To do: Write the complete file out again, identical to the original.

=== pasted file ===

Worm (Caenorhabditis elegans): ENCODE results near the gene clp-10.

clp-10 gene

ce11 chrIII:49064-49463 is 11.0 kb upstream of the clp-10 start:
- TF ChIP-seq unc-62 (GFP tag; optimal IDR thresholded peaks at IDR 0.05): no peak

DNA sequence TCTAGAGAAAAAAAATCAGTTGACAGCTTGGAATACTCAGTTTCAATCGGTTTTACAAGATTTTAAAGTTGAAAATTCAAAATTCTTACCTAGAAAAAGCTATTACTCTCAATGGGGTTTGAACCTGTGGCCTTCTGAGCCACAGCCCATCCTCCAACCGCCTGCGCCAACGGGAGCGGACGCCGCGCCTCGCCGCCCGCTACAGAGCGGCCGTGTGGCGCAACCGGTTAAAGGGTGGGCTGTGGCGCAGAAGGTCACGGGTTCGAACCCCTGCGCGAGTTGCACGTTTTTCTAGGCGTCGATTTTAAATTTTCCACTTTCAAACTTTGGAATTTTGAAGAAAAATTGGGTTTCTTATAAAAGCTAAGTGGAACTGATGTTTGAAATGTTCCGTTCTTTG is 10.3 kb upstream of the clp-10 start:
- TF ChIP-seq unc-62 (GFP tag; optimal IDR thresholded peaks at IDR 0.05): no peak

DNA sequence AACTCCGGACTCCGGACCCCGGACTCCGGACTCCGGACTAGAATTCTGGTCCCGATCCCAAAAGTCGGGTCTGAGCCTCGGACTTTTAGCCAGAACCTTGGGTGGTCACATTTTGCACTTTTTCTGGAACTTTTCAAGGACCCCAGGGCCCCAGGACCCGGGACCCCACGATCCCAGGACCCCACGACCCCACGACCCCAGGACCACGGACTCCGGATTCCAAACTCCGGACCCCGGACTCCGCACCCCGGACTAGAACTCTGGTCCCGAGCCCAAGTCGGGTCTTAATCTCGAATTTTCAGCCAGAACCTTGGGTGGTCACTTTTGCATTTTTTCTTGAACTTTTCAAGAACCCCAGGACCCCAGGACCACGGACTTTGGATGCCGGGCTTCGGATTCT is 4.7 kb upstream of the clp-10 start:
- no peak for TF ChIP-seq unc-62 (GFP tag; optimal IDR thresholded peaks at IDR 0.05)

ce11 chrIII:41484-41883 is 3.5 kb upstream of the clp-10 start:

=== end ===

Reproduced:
Worm (Caenorhabditis elegans): ENCODE results near the gene clp-10.

clp-10 gene

ce11 chrIII:49064-49463 is 11.0 kb upstream of the clp-10 start:
- TF ChIP-seq unc-62 (GFP tag; optimal IDR thresholded peaks at IDR 0.05): no peak

DNA sequence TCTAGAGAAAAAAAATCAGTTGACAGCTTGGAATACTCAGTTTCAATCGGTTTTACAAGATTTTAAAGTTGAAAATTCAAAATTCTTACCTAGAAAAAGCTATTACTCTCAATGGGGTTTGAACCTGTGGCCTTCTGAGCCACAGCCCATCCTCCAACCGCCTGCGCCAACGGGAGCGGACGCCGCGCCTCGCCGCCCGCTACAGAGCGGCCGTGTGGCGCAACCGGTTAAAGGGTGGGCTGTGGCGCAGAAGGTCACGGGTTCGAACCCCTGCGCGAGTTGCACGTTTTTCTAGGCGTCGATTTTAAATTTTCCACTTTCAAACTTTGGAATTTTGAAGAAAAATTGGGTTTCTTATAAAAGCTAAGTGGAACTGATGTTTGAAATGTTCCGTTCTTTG is 10.3 kb upstream of the clp-10 start:
- TF ChIP-seq unc-62 (GFP tag; optimal IDR thresholded peaks at IDR 0.05): no peak

DNA sequence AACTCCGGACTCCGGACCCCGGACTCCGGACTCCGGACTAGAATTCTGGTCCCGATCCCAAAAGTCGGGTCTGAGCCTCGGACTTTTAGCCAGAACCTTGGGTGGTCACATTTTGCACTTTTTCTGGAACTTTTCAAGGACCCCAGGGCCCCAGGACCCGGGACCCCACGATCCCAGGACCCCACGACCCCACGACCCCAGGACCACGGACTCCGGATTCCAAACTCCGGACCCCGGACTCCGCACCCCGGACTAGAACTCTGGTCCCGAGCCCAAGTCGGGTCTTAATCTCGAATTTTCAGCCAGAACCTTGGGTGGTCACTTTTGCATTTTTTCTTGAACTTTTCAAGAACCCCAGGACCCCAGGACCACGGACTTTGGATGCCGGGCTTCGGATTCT is 4.7 kb upstream of the clp-10 start:
- no peak for TF ChIP-seq unc-62 (GFP tag; optimal IDR thresholded peaks at IDR 0.05)

ce11 chrIII:41484-41883 is 3.5 kb upstream of the clp-10 start: